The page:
California legislative leaders craft new gas refund plan


After rebuffing Gov. Gavin Newsom’s proposal to offer tax rebates to exclusively offset rising gas prices, Senate and state Assembly leaders are crafting their own plan to provide broader refunds to meet the rising cost of all assets through payments of $200 for each California taxpayer and dependent.

Assembly Speaker Anthony Rendon (D-Lakewood) and Senate Speaker Pro Tem Toni Atkins (D-San Diego) would limit eligibility to households with incomes up to $250,000, unlike other proposals that would give discounts to even the wealthiest Californians, according to a preview of “Better Rebate for Families” obtained by The Times.

“President Rendon and I are committed to the people of California to find a solution to help people overcome the financial hardship imposed by the rising cost of fuel and consumer goods,” Atkins said. “We are delivering on that promise and have developed a proposal that would help a vast majority of Californians.”

The proposal could cost the state around $6.8 billion, though that figure could change. It is designed to put more money in the pockets of large families with no limit on the number of dependents a taxpayer can claim.

The legislative leaders’ plan is the latest in a series of ideas from the state Capitol to help Californians deal with the high cost of gasoline and other expenses.

Katie Talbot, spokesperson for Rendon, described the plan as being in “very early stages” and said it was “consistent with the president’s goal of providing targeted financial assistance to Californians who need it most. “.

It comes in the middle of an election year and at a time when inflation and interest rates are on the rise, increasing fears about the economic future and financial pressures on the people of California and the country. Record state revenues and a voter-approved constitutional spending cap are also fueling the wave of ideas to send money back to state residents.

A separate group of Democrats this week offered a $400 rebate to each taxpayer. Comparing all the plans, advisers to Rendon and Atkins estimated that these rebates could result in $9.2 billion in lost revenue for the state. Some have questioned whether California’s highest earners deserve the same relief as those struggling to make ends meet.

Republicans had previously called for suspending the 51-cent-per-gallon gas tax for six months, at a cost of about $4 billion in transportation revenue. The plan could save each driver $135, though Atkins and others have stressed there’s no guarantee the oil companies will pass those savings on to consumers. However, the nonpartisan Office of the Legislative Analyst said in a February report that “most of the tax rate change would likely be passed through to pump prices.”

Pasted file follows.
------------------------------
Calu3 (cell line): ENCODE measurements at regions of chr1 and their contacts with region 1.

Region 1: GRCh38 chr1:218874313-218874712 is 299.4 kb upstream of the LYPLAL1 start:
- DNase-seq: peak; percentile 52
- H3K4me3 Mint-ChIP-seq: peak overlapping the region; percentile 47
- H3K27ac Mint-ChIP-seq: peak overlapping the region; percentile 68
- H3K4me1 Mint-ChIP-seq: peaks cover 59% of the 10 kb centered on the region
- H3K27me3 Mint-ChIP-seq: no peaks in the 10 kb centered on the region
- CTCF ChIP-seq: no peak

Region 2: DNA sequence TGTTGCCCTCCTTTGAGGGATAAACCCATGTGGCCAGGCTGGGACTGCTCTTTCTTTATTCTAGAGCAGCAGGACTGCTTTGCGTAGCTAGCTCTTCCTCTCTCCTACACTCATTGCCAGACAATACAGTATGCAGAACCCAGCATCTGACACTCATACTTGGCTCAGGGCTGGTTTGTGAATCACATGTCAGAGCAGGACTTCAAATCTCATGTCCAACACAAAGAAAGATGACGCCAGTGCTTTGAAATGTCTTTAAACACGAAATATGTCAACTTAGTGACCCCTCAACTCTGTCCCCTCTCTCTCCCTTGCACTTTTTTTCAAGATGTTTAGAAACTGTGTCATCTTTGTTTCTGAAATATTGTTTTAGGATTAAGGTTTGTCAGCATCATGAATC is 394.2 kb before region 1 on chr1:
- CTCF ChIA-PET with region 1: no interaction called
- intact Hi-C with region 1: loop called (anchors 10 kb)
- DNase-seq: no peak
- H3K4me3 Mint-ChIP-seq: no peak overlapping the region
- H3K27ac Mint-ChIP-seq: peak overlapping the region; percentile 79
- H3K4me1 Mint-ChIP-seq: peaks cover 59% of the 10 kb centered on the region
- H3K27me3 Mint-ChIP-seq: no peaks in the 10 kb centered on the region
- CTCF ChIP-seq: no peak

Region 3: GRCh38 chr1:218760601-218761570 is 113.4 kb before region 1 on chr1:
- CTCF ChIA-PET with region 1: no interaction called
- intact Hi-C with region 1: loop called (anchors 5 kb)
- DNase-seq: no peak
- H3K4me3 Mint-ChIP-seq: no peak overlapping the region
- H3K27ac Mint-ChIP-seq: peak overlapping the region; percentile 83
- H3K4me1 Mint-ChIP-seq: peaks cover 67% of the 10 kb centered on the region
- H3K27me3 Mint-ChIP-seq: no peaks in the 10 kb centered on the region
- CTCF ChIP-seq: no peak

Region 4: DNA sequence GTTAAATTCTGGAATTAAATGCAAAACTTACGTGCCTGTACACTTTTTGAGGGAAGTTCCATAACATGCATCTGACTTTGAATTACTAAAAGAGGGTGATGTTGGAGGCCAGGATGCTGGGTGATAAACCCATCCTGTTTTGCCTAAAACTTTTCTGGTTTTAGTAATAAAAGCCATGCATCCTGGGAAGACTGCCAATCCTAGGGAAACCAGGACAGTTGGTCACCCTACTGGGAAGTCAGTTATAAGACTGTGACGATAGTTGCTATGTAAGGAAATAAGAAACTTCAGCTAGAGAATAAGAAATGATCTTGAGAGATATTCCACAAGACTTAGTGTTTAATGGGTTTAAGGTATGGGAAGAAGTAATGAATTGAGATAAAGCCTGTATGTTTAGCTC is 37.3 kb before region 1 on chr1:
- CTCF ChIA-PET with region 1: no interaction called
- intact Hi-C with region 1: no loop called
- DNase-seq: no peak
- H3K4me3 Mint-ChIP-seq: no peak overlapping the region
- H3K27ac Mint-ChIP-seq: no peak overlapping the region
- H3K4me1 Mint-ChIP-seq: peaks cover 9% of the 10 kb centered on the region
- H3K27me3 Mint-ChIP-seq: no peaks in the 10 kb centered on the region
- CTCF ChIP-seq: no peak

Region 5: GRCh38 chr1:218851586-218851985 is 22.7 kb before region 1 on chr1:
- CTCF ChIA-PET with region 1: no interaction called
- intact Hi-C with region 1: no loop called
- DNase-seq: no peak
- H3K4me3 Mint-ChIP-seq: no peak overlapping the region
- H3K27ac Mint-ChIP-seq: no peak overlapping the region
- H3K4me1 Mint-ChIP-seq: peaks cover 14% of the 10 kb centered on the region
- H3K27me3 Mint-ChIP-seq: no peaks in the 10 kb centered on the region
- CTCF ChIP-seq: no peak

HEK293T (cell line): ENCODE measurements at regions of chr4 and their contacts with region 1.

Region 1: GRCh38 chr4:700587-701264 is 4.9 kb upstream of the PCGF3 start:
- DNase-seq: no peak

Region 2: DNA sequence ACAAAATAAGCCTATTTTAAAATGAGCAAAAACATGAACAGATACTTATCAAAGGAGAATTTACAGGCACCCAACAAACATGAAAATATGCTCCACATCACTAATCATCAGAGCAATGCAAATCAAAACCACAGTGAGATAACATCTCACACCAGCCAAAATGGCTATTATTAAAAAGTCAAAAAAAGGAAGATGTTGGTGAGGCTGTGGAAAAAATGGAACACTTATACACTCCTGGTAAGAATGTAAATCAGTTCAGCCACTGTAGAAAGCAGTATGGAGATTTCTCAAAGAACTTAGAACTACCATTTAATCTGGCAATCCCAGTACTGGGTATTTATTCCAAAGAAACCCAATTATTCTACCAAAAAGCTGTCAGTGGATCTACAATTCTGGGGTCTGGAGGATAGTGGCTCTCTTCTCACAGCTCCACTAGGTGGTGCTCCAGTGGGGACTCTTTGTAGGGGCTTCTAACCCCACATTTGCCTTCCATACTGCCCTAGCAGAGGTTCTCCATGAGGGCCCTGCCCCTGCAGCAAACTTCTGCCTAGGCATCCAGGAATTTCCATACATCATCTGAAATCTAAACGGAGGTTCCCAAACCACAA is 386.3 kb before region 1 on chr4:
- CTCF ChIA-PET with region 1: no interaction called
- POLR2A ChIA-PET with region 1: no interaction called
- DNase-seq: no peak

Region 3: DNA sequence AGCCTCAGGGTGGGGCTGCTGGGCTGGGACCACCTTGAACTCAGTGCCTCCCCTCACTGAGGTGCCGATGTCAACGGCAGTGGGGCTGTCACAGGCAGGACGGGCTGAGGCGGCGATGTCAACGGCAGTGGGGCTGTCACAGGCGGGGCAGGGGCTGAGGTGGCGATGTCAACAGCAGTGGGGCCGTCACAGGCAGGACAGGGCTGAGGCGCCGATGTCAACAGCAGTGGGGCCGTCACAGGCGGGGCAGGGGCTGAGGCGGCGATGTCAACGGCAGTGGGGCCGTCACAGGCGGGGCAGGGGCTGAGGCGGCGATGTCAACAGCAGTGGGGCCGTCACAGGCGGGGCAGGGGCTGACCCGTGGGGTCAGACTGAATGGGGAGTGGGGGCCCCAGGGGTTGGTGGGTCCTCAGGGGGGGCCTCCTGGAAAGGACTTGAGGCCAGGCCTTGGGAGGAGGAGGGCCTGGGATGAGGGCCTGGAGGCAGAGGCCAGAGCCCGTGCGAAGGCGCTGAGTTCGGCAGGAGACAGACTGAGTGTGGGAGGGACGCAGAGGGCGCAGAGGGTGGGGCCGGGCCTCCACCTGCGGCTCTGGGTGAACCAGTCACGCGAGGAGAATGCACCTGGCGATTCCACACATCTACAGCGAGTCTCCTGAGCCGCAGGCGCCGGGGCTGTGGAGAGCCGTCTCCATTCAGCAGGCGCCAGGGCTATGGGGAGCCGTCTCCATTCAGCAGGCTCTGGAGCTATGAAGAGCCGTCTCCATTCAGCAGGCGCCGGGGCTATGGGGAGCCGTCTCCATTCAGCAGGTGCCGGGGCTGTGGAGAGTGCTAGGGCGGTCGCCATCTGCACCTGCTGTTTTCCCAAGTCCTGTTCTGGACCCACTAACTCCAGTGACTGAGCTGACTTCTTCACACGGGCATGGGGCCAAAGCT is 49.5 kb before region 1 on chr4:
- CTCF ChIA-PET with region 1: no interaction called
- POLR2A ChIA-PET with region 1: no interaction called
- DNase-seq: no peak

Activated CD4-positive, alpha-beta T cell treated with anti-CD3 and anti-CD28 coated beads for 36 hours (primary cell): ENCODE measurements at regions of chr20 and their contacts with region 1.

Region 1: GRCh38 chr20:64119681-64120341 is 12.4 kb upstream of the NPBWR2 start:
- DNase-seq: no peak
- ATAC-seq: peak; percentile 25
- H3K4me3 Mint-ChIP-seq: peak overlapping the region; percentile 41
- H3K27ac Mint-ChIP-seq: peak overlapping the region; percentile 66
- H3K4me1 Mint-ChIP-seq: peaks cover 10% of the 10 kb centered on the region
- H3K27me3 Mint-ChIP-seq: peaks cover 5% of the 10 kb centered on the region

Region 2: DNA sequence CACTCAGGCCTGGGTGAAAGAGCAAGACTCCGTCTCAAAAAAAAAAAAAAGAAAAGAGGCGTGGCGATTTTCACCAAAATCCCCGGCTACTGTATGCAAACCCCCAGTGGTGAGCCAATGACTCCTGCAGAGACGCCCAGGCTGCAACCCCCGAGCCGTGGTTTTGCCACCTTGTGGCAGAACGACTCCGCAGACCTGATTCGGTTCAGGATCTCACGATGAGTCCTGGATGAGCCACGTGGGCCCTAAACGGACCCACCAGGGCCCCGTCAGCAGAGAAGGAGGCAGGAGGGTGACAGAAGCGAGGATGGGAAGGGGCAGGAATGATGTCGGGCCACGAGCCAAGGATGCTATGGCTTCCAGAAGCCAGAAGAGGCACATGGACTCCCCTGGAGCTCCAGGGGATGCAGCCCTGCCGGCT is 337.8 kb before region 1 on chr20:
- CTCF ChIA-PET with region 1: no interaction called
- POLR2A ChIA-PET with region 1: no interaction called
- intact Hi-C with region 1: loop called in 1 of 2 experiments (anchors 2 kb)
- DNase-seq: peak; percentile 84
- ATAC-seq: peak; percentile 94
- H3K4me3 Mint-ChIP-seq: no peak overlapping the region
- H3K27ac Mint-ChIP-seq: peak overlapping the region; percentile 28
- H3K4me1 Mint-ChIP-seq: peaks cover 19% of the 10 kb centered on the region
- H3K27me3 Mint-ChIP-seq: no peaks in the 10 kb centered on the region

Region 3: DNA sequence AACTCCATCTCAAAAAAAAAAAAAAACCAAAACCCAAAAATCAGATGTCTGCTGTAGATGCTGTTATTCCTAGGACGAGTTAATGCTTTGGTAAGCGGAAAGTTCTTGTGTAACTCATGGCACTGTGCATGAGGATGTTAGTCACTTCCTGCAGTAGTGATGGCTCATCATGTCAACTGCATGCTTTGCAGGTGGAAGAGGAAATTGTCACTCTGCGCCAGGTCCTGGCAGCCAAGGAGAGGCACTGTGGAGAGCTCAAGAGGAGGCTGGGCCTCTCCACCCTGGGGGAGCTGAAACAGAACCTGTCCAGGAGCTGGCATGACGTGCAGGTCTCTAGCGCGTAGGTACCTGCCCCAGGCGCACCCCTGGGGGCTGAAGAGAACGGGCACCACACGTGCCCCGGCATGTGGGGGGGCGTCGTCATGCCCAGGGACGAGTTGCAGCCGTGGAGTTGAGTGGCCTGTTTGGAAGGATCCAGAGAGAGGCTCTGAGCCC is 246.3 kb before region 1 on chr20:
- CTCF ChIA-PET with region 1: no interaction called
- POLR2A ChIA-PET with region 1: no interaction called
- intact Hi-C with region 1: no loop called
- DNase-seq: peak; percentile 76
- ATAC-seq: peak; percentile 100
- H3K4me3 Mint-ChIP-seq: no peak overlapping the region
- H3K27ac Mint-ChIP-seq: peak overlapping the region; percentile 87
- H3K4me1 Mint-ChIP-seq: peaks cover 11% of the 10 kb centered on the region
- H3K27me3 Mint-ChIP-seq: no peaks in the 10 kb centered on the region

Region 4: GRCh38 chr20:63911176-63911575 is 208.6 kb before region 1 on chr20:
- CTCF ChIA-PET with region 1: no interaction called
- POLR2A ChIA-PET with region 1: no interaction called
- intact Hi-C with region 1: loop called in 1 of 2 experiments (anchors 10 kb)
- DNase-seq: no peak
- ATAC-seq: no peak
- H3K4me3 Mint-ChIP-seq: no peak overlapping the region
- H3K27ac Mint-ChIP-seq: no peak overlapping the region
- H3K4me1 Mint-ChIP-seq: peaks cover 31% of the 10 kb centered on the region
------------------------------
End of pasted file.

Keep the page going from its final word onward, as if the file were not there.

Republican House Leader James Gallagher of Yuba City said he supports sending tax rebates to Californians and suspending the gas tax. Gallagher wants the proposals to go to a vote next week, saying he hopes the much-needed tax relief doesn’t get bogged down in a debate among Democrats.

“As Democrats continue to negotiate among themselves, Californians continue to suffer from these high costs, Gallagher said. “As Republicans, we have our own plan that will bring immediate relief – suspend the gas tax now.”

In January, Newsom proposed suspending the annual gas tax increase for a year, which legislative estimates could cost $500 million in transportation revenue, or about $15 in savings per year. driver.

Newsom appeared to want to go further in his State of the State address this month with a vague promise to put more money back in the pockets of Californians, which his office described as a tax refund for offset gasoline prices. Newsom gave no details and his team quickly backtracked on an adviser’s comments that the rebates would likely go to vehicle owners.

Newsom’s office promised more details of its plan next week and said it would include “funding for public transit so they can provide direct relief to riders.”

Rendon and Atkins immediately pledged to provide substantial tax relief to Californians after Newsom’s speech, but dismissed the idea that the financial relief should reduce funds for road repairs or exclusively offset the cost of the gasoline.

While Rendon generally agrees with many of the tenets of the plan unveiled this week to offer taxpayers $400, he also said he would not support anything that offers refunds to the ultra-wealthy.

Conversely, budget advisers for Atkins and Rendon estimate their plan would send refunds to 90% of taxpayers through the Franchise Tax Board and include a grant program to provide refunds to low-income Californians who do not declare taxes.

“Unlike other proposals, this would withhold essential harmless Proposition 98 funding for schools and resources for road and highway infrastructure and maintenance,” Atkins said Friday. “Right now, families across our state are struggling to stretch their family budgets due to the rising cost of fuel and property – we’re working on a solution that could be the responsible way forward.”

Times writers Mackenzie Mays and Phil Willon contributed to this report.


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